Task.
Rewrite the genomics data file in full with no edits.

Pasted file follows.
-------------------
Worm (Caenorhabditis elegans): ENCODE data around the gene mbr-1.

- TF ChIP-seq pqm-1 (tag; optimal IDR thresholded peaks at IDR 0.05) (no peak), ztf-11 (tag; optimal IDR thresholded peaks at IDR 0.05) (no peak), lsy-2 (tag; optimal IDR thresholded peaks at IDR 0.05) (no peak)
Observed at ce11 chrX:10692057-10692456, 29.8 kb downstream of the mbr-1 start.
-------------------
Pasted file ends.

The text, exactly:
Worm (Caenorhabditis elegans): ENCODE data around the gene mbr-1.

- TF ChIP-seq pqm-1 (tag; optimal IDR thresholded peaks at IDR 0.05) (no peak), ztf-11 (tag; optimal IDR thresholded peaks at IDR 0.05) (no peak), lsy-2 (tag; optimal IDR thresholded peaks at IDR 0.05) (no peak)
Observed at ce11 chrX:10692057-10692456, 29.8 kb downstream of the mbr-1 start.